I watched my four year old daughter walking a little ahead of me, her purse slung over her shoulder and the tilt of her chin just so. The out of body experience feeling struck again as I saw myself so perfectly mirrored in her mannerisms.
As the primary educator of my children, I get very frustrated sometimes. I long to have deep, philosophical conversations that reveal a common love of God and a deep bond in the brother and sisterhood of Christ. But, more often than not, I find myself trying to teach them a lesson over the antics of a three year old while juggling a baby and getting interrupted with, “Can I have some more apple juice?” and “When are we going on another hotel trip?”
Sometimes I wonder if they are paying attention at all, if they hear anything I am saying, and I am often tempted to give up, to throw in the towel and coast along in the wake of their Catholic school education and weekly Mass.
But I know it is so important that all of the spiritual lessons they learn elsewhere are reinforced in our home. I know it is so important that most of those spiritual lessons are learned first in our home.
But how do I accomplish this when the decibel level in our house is usually louder than a marching band in a gymnasium and the craziness level rivals a scene from One Flew Over the Cuckoo’s Nest? Sometimes I want to stand on top of our kitchen table and yell, “CAN YOU HEAR ME NOW?!?”
The truth is, our children do hear us in many more ways than we realize. Whenever I see one of our children acting exactly like me or my husband, I am struck by how much they learn from us when we aren’t saying anything at all.
The actions of our bodies convey lessons in all of the virtues, but most importantly in the virtue of love. They sense us giving our love freely to them when we hug or hold them, even when they don’t have the words to ask us for it. They know that our unconditional love results in the total gift of self that we make to them each day as we feed them, clothe them, and comfort them. They see us as faithful spouses and faithful parents, loving through the good days and bad. And they see the fruitfulness of their parents’ love through virtue and new siblings.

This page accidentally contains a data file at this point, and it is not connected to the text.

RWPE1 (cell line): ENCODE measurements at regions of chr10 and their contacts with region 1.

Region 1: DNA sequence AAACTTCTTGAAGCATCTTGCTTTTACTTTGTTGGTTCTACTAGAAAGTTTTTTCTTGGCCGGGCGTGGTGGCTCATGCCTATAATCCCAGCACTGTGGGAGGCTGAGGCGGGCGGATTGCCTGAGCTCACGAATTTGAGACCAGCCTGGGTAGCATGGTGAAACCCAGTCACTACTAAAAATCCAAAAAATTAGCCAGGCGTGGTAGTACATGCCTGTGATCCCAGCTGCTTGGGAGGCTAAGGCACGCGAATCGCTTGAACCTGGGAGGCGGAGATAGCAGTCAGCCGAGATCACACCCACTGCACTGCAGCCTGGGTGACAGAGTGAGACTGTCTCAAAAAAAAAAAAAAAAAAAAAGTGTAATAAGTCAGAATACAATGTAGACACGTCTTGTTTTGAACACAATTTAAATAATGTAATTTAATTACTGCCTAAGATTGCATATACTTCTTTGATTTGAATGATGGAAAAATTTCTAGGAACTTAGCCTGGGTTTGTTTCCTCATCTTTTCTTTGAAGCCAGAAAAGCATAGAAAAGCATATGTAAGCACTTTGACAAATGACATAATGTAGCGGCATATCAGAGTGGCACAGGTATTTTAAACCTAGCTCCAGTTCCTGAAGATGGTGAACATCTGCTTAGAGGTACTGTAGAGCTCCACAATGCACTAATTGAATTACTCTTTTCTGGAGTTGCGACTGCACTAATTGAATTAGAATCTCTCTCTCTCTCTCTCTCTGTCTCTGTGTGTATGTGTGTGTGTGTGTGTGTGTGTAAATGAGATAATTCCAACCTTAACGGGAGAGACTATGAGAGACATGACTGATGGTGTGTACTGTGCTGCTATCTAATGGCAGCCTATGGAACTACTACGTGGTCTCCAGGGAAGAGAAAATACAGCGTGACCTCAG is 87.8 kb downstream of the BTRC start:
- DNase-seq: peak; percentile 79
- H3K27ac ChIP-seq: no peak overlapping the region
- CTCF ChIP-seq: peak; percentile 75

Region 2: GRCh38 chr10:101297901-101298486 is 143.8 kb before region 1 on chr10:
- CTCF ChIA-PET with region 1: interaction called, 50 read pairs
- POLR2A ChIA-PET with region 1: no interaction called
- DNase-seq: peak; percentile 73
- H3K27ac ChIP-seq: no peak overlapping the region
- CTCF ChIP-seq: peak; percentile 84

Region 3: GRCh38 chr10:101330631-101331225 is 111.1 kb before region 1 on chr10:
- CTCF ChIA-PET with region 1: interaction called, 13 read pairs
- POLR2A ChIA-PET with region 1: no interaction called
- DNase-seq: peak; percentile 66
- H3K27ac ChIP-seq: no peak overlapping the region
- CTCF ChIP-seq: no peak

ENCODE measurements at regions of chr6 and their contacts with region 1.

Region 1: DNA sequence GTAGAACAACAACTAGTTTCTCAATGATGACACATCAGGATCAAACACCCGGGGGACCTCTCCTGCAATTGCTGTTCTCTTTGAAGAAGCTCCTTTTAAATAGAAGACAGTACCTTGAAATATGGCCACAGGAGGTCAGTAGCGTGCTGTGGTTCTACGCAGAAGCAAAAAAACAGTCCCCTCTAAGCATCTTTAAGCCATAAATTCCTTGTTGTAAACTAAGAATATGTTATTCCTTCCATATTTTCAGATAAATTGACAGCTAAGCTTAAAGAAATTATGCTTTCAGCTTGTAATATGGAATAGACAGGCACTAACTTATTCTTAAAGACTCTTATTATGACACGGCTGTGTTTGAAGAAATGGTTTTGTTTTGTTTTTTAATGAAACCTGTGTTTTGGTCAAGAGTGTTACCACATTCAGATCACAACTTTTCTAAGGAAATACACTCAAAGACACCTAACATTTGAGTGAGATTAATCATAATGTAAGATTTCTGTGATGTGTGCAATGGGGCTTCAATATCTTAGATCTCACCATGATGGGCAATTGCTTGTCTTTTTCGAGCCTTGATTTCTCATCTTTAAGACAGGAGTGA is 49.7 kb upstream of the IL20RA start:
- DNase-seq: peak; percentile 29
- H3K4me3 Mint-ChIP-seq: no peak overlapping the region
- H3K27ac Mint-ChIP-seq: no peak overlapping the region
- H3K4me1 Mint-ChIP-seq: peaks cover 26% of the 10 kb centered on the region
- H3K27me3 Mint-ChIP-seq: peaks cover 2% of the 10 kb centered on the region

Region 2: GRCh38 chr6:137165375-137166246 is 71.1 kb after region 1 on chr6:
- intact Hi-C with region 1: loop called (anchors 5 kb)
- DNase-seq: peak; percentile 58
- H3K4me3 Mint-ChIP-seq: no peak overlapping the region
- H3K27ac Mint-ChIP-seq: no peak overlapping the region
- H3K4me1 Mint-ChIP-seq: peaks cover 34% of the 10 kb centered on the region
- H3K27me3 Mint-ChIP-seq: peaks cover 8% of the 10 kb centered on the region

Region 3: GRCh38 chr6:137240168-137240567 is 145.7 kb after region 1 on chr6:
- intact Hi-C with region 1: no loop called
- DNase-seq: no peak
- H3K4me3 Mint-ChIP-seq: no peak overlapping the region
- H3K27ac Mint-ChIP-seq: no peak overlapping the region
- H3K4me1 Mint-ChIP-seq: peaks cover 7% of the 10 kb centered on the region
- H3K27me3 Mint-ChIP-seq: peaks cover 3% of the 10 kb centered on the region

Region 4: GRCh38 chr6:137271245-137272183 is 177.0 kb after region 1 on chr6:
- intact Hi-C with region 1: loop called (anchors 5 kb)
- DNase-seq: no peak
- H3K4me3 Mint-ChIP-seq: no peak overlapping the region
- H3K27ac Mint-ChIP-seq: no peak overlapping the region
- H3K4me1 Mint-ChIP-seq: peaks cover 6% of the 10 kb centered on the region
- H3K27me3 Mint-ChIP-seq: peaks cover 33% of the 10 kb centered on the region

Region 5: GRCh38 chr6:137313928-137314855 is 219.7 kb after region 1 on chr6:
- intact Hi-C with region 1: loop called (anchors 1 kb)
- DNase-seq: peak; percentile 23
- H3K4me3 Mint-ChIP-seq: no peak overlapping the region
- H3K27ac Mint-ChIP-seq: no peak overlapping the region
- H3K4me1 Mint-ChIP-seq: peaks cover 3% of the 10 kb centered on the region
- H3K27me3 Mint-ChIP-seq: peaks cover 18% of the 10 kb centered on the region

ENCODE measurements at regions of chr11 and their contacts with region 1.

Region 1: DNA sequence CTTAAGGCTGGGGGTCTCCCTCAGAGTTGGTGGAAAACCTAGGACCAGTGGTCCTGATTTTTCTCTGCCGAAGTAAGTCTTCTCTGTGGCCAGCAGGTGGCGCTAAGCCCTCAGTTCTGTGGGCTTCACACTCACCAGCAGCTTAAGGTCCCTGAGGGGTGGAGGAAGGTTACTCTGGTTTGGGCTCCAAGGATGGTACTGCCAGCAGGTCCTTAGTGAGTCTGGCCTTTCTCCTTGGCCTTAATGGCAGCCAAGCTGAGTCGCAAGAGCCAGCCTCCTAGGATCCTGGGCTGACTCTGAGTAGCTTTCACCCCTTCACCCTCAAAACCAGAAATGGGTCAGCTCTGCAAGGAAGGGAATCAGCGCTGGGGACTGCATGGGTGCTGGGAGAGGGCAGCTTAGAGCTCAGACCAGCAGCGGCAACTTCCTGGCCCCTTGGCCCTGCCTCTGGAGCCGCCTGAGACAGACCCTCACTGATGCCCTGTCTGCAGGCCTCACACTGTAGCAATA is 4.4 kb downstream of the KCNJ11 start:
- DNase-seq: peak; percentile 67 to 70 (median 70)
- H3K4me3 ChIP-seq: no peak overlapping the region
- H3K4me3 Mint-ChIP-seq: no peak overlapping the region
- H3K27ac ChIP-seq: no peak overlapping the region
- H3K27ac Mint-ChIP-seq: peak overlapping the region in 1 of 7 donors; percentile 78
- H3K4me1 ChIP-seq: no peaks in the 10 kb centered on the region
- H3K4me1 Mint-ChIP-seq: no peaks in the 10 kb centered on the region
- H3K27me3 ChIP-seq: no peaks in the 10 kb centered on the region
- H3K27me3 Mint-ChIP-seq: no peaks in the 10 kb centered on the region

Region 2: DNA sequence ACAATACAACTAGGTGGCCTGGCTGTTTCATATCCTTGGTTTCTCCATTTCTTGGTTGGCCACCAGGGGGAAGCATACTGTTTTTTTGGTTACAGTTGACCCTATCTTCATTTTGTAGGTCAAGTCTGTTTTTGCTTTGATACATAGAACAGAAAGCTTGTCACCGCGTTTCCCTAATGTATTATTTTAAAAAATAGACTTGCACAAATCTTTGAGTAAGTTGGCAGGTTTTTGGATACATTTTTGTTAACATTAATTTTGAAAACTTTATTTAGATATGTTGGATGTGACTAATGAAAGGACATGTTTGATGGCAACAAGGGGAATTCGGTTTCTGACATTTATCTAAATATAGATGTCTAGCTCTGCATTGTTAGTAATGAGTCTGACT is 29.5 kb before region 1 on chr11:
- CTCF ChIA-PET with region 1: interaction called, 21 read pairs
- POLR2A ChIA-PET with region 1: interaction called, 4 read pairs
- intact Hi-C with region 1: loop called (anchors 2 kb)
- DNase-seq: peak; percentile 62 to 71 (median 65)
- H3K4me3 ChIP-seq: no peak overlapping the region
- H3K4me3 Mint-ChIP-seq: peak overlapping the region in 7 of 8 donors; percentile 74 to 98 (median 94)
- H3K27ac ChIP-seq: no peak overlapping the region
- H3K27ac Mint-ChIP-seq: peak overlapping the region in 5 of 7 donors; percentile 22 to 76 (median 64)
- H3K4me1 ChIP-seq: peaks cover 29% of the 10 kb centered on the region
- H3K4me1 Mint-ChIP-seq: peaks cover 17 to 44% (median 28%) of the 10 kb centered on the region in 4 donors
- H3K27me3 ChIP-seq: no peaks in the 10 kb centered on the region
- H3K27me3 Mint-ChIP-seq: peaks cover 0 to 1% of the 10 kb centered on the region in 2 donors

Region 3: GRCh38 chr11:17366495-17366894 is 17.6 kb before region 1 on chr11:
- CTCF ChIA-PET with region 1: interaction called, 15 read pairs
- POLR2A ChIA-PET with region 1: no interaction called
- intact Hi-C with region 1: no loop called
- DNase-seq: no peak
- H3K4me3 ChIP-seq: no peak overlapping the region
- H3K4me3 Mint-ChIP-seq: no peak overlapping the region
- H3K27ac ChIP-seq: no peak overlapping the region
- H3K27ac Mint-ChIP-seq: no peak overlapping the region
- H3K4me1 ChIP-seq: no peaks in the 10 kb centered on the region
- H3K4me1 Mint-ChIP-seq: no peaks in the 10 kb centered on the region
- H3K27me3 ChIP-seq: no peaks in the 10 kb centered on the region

Free, Total, Faithful, Fruitful–these are all ways of love that form a complete cushion of security for our children. These are all ways of love that speak to the Truth in their hearts–the Truth of God’s great love for us.
Did Jesus not give Himself freely on the Cross? He was God–He didn’t have to die for us, but He freely chose to because He loves us so much. He also gave Himself totally–He stayed to the end. He didn’t bring Himself down from the Cross before bowing His head to the ultimate sacrifice. He gave Himself completely to us. He was faithful–faithful to God and faithful in His commitment of love to His children. He fulfilled the prophecy of His death and perfectly obeyed His Father’s will. And the hour Jesus died, the Church was established, allowing a fruitfulness like none other to flourish.
Free, Total, Faithful, Fruitful–all indispensable ways of authentic love that Jesus tried to teach us through parables, lessons, and even miracles, but all lessons that we only truly learned when He bowed His head in silence on the Cross.
As He hung on that Cross, a part of Him must have wanted to scream, “Can you hear me now? Can you finally hear how much I love you by what you see before you?” But He knew it was His actions, His image, His authentic portrayal of real love that would speak the loudest by whispering in our ears the Truths that would set our hearts free.
So, too, do our children learn the lessons of love by what we live with our bodies–and that’s a language that can be heard in even the noisiest of households.
“[Kids] don’t remember what you try to teach them. They remember what you are.”–Jim Henson, It’s Not Easy Being Green: And Other Things to Consider